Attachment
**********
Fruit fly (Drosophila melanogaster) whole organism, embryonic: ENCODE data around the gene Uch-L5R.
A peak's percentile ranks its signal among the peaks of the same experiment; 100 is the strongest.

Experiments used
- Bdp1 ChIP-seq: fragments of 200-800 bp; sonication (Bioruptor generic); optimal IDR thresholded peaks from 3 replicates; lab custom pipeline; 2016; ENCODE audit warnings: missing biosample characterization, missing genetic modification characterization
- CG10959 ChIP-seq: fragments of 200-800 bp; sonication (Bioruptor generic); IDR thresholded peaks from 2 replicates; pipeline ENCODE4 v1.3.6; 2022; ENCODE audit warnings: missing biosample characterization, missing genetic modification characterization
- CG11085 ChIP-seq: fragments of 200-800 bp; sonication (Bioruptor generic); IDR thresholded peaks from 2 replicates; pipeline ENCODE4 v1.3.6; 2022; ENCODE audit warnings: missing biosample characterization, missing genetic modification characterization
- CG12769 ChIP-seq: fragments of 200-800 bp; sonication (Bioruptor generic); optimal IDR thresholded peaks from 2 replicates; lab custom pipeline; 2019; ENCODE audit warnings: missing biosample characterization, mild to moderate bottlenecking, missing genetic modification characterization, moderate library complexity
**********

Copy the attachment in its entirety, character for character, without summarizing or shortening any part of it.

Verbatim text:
Fruit fly (Drosophila melanogaster) whole organism, embryonic: ENCODE data around the gene Uch-L5R.
A peak's percentile ranks its signal among the peaks of the same experiment; 100 is the strongest.

Experiments used
- Bdp1 ChIP-seq: fragments of 200-800 bp; sonication (Bioruptor generic); optimal IDR thresholded peaks from 3 replicates; lab custom pipeline; 2016; ENCODE audit warnings: missing biosample characterization, missing genetic modification characterization
- CG10959 ChIP-seq: fragments of 200-800 bp; sonication (Bioruptor generic); IDR thresholded peaks from 2 replicates; pipeline ENCODE4 v1.3.6; 2022; ENCODE audit warnings: missing biosample characterization, missing genetic modification characterization
- CG11085 ChIP-seq: fragments of 200-800 bp; sonication (Bioruptor generic); IDR thresholded peaks from 2 replicates; pipeline ENCODE4 v1.3.6; 2022; ENCODE audit warnings: missing biosample characterization, missing genetic modification characterization
- CG12769 ChIP-seq: fragments of 200-800 bp; sonication (Bioruptor generic); optimal IDR thresholded peaks from 2 replicates; lab custom pipeline; 2019; ENCODE audit warnings: missing biosample characterization, mild to moderate bottlenecking, missing genetic modification characterization, moderate library complexity